Blooming Grove Baptist Church has been instrumental with Celebrate Recovery, and Jackson urged other churches to get involved with Celebrate Recovery “so that the drug dealers go out of business.”

The foundation, through the Samuel Lee Smith Fund, has also supported Equines Assisting Special Individuals (EASI), which gives therapeutic and spiritual support to children through horses. The foundation sponsored lessons and saddle time for 37 students last year.

“The impact of a horse on a disabled child or a child who is autistic or emotionally distraught or confined to a wheelchair is dramatic,” Jackson said. “Picture a child who is autistic or confined to a wheelchair being able to sit on a horse like John Wayne and tell it where to go.”

Jackson also pointed out the foundation’s help in getting a lighted walking trail for the Capstone Rural Health Care Clinic in Parrish.

“Suffice it to say, you are making great things happen in Walker County,” Jackson said.

Paul Kennedy, the executive director of the foundation, said in 2008 the foundation will be working more toward networking between the nonprofits to better resolve problems, save dollars and form stronger ties. As a result, the foundation can get more outside grants and services to the nonprofits that once seemed unreachable for them, he said.

“We’re training, we’re coaching and we are a resource for these nonprofits, last year in grant writing and volunteer management and this year we’ll be working on capacity and self-sustainability,” Kennedy said.

The luncheon, emceed by Jasper native Anna Donaldson of CBS 42, also heard from Jasper native Luke Dollar, who has built a successful career involving academic, exploration, conservation and humanitarian efforts, especially in the Madagascar region. He said he took what he learned growing up in Jasper to apply to his work in Madagascar.


Other organizations listed as receiving grants from the foundation included the following:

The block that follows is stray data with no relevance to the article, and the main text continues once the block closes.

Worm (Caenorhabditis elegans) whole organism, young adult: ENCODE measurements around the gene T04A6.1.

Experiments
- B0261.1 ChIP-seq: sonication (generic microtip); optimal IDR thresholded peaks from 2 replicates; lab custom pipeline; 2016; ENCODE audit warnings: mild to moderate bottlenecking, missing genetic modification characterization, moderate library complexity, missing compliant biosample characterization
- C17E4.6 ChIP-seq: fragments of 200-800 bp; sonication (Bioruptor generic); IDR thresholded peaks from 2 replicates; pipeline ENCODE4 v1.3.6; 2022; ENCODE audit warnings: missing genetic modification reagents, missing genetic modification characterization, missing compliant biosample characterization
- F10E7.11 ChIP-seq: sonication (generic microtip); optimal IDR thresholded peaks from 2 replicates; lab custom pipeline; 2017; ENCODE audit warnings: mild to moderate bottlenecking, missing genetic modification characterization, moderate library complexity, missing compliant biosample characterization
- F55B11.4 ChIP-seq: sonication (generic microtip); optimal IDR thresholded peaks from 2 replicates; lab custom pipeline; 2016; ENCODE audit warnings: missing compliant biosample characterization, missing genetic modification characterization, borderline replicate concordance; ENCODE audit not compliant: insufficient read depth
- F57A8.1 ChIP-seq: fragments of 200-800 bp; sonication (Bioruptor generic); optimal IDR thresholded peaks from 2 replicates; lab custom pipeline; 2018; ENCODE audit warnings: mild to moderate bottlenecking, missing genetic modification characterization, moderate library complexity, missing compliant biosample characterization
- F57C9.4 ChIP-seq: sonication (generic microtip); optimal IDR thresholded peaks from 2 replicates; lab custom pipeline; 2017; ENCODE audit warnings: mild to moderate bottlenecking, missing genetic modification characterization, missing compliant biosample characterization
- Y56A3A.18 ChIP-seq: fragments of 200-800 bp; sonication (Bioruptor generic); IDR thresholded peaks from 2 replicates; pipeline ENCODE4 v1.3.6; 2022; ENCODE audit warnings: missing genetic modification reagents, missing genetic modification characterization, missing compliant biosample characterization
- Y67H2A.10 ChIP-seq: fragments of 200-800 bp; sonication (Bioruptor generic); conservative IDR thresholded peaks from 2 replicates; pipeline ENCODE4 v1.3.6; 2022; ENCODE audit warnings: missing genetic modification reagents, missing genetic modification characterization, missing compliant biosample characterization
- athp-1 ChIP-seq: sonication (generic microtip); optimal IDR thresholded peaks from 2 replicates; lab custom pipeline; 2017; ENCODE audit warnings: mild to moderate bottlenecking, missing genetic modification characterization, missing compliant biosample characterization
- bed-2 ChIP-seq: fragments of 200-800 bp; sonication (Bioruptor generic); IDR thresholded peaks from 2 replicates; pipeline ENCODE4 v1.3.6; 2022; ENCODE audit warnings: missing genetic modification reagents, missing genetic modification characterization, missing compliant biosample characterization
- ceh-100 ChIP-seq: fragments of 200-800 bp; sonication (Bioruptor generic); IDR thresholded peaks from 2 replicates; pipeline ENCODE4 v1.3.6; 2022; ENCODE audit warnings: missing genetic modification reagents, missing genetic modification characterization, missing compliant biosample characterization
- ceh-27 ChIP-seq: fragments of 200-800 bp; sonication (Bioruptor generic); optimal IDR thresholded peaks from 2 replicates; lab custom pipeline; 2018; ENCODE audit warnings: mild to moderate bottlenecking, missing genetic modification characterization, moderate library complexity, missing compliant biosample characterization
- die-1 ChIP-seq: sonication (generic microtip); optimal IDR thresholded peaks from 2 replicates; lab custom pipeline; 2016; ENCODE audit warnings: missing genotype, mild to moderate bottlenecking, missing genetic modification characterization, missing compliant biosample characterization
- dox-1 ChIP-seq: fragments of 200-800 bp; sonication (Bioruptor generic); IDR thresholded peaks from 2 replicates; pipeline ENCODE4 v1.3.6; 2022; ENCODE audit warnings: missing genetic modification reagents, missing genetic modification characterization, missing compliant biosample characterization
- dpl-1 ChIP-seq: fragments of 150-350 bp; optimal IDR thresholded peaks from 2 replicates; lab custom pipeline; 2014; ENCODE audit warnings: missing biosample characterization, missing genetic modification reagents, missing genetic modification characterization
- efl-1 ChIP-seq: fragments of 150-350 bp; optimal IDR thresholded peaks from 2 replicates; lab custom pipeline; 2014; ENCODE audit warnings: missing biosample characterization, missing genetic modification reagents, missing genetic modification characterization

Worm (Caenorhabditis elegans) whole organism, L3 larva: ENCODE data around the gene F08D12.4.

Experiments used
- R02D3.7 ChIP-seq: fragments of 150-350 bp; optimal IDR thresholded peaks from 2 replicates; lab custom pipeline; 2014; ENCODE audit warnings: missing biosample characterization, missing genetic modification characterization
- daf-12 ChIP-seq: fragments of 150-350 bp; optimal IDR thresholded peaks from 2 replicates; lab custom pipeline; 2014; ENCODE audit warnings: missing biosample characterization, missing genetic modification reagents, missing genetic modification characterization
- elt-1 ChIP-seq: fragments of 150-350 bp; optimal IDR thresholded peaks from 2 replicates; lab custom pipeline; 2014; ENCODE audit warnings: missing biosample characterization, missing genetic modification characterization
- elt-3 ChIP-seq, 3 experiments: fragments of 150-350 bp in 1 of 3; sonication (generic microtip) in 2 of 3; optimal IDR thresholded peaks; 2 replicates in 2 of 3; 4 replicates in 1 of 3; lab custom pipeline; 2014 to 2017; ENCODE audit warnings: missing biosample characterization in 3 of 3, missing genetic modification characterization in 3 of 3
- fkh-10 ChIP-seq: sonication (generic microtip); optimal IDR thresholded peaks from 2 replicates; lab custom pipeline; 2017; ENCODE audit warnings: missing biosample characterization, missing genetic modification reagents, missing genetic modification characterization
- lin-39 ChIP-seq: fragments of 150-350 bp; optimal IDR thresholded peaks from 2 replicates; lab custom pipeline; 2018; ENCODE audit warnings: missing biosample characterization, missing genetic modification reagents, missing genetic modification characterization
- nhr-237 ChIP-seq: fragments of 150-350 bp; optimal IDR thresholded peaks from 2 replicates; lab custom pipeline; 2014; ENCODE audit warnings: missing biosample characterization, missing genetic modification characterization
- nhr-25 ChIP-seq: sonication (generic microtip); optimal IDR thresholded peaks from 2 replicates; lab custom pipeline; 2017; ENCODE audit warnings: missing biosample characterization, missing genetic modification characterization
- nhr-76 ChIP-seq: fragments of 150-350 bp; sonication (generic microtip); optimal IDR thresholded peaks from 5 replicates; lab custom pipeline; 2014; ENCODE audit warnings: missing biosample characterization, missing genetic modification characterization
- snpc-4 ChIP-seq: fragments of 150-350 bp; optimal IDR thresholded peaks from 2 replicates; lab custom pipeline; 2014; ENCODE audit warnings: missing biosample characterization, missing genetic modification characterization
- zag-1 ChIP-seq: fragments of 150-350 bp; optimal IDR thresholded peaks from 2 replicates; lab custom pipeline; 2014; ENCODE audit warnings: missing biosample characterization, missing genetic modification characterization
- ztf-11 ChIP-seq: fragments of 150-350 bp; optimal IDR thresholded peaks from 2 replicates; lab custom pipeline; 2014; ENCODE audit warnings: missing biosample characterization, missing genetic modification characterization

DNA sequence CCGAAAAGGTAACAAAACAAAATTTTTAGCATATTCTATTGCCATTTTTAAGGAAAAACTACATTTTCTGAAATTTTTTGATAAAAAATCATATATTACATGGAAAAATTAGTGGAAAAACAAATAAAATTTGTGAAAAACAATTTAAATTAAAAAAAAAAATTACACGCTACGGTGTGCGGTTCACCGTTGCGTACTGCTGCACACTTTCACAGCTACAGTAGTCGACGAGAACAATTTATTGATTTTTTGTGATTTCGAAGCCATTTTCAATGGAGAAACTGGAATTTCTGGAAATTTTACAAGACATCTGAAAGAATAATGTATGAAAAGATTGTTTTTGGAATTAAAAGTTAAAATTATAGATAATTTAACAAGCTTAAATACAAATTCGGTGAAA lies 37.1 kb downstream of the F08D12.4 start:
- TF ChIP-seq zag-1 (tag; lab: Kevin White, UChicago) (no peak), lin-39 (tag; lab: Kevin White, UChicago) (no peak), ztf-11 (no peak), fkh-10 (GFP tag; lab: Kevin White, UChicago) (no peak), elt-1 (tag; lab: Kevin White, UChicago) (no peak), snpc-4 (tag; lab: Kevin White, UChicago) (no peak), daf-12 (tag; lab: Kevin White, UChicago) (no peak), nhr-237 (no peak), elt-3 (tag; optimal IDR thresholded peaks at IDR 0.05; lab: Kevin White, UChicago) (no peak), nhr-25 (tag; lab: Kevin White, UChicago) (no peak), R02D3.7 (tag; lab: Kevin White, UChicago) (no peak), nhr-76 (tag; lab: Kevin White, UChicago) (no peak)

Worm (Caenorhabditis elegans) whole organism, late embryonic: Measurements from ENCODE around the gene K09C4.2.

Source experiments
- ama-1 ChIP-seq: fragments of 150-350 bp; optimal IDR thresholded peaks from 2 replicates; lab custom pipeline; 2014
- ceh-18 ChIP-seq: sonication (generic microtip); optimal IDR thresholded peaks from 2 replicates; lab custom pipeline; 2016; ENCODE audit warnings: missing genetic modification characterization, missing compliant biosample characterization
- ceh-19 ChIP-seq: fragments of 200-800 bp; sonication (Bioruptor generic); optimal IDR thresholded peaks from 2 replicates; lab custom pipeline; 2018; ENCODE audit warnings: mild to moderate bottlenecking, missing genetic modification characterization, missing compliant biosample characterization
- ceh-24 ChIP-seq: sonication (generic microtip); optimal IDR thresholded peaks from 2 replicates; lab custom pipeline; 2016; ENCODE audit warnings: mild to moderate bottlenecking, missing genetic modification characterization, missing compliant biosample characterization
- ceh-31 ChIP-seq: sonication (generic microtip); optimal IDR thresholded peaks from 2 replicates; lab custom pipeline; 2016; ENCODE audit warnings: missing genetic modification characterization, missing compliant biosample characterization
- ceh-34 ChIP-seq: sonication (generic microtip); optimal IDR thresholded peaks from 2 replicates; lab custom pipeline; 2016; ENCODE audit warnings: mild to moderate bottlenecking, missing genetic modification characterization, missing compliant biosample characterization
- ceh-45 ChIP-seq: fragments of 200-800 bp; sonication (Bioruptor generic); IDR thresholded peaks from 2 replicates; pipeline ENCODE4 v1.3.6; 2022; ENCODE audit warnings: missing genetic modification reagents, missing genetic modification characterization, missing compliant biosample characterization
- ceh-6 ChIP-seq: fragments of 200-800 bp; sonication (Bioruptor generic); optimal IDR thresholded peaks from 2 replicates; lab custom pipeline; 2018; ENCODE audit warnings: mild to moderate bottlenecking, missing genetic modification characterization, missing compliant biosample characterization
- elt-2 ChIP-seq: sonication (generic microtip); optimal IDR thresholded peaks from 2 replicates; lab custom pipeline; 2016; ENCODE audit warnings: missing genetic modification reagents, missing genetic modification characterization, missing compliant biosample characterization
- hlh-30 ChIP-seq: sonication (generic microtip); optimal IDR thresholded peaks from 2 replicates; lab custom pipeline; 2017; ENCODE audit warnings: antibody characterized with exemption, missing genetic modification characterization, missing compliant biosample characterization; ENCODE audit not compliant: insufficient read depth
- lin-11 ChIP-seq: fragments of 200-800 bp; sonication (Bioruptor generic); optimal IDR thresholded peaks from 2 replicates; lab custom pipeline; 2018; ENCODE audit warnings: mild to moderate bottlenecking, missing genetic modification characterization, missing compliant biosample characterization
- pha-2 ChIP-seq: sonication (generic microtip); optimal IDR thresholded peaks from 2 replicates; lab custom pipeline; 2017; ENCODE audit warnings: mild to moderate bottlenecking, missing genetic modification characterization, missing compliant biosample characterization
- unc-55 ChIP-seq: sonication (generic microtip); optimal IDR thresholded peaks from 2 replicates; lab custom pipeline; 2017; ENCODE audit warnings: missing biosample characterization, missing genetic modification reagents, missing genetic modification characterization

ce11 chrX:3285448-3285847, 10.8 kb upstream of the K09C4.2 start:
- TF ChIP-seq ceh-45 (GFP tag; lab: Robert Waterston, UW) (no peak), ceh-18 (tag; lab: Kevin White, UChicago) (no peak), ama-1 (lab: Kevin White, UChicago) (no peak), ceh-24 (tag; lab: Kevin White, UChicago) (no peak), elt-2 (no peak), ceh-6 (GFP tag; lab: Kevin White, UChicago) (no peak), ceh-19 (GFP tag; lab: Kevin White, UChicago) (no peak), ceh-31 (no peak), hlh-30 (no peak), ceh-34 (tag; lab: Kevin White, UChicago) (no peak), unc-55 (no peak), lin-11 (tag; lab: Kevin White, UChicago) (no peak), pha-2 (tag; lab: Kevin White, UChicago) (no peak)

General Fund: Alabama Citizens for Constitutional Reform Foundation, Alabama Grief Support, Alabama Power Service Organization-Gorgas Chapter, American Red Cross, the ARC of Walker County, Arthritis Foundation, The Birmingham Architectural Foundation, the Birmingham Regional Emergency Medical Systems Services, the Girl Scouts, ClasTran, Daybreak, the Haleyville Historical Society, Houston Historical Society, Independent Living, Invest for the Future, Jasper Police Explorers, the Montgomery Institute, the Nonprofit Resource Center of Alabama, the Salvation Army, UAB’s Department of Theatre’s Traveling Groups, VSA arts of Alabama, Walker County Christian Chorus, Walker County Volunteer Firefighters Association.

Samuel Lee Smith Advised Fund: Black Warrior Council of the Boy Scouts, Daily Mountain Eagle Shoe and Coat Fund, First United Methodist Church’s Mother’s Day Out, Walker County Arts Alliance and scholarships to attend various recreational programs.

Walker Area Youth (WAY) Council: Big Brothers Big Sisters, Carbon Hill High School Beta Club, Club NAT, Dora High School Beta Club’s School Beautification Project, Jasper Aquanauts Special Olympic Swim Team, Parrish High Peer Helper Program, Sumiton Christian Eagle Ambassadors Club, Walker County Arts Alliance, Walker County Humane Society.

Walker County Arts Alliance received funds from all three funds above, while APEX received grants from the WAY Council and the Smith Fund. The Walker County Humane Society received money from the General Fund and the WAY Council.

On the Net:

No comments: